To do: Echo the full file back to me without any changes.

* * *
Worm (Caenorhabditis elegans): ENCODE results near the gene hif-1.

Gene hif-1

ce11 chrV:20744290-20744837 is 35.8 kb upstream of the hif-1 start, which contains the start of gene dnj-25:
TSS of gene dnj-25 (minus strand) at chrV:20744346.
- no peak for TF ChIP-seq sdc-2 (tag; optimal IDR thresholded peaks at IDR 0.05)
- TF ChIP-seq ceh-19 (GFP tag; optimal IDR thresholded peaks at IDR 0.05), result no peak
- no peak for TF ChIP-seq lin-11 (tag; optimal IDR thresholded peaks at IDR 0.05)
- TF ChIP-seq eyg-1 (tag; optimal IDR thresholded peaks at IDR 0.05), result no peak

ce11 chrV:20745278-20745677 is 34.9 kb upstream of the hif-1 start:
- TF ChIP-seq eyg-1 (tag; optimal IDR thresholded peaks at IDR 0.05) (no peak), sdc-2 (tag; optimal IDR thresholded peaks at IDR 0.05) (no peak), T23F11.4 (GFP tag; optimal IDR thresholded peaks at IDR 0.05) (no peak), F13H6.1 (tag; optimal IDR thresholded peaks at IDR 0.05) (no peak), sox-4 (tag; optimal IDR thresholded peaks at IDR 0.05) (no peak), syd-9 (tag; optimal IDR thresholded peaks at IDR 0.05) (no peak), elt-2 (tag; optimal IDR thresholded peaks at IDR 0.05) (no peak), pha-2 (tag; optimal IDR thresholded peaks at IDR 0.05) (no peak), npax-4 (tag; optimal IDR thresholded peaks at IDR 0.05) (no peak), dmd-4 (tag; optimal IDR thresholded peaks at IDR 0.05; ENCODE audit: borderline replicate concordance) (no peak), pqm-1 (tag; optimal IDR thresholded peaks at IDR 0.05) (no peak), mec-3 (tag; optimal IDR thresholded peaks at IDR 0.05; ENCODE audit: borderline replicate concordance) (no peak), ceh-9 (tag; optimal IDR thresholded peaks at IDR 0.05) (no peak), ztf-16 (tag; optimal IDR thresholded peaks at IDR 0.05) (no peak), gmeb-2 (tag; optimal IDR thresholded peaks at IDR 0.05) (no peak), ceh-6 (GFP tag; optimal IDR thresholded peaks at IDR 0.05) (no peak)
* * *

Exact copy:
Worm (Caenorhabditis elegans): ENCODE results near the gene hif-1.

Gene hif-1

ce11 chrV:20744290-20744837 is 35.8 kb upstream of the hif-1 start, which contains the start of gene dnj-25:
TSS of gene dnj-25 (minus strand) at chrV:20744346.
- no peak for TF ChIP-seq sdc-2 (tag; optimal IDR thresholded peaks at IDR 0.05)
- TF ChIP-seq ceh-19 (GFP tag; optimal IDR thresholded peaks at IDR 0.05), result no peak
- no peak for TF ChIP-seq lin-11 (tag; optimal IDR thresholded peaks at IDR 0.05)
- TF ChIP-seq eyg-1 (tag; optimal IDR thresholded peaks at IDR 0.05), result no peak

ce11 chrV:20745278-20745677 is 34.9 kb upstream of the hif-1 start:
- TF ChIP-seq eyg-1 (tag; optimal IDR thresholded peaks at IDR 0.05) (no peak), sdc-2 (tag; optimal IDR thresholded peaks at IDR 0.05) (no peak), T23F11.4 (GFP tag; optimal IDR thresholded peaks at IDR 0.05) (no peak), F13H6.1 (tag; optimal IDR thresholded peaks at IDR 0.05) (no peak), sox-4 (tag; optimal IDR thresholded peaks at IDR 0.05) (no peak), syd-9 (tag; optimal IDR thresholded peaks at IDR 0.05) (no peak), elt-2 (tag; optimal IDR thresholded peaks at IDR 0.05) (no peak), pha-2 (tag; optimal IDR thresholded peaks at IDR 0.05) (no peak), npax-4 (tag; optimal IDR thresholded peaks at IDR 0.05) (no peak), dmd-4 (tag; optimal IDR thresholded peaks at IDR 0.05; ENCODE audit: borderline replicate concordance) (no peak), pqm-1 (tag; optimal IDR thresholded peaks at IDR 0.05) (no peak), mec-3 (tag; optimal IDR thresholded peaks at IDR 0.05; ENCODE audit: borderline replicate concordance) (no peak), ceh-9 (tag; optimal IDR thresholded peaks at IDR 0.05) (no peak), ztf-16 (tag; optimal IDR thresholded peaks at IDR 0.05) (no peak), gmeb-2 (tag; optimal IDR thresholded peaks at IDR 0.05) (no peak), ceh-6 (GFP tag; optimal IDR thresholded peaks at IDR 0.05) (no peak)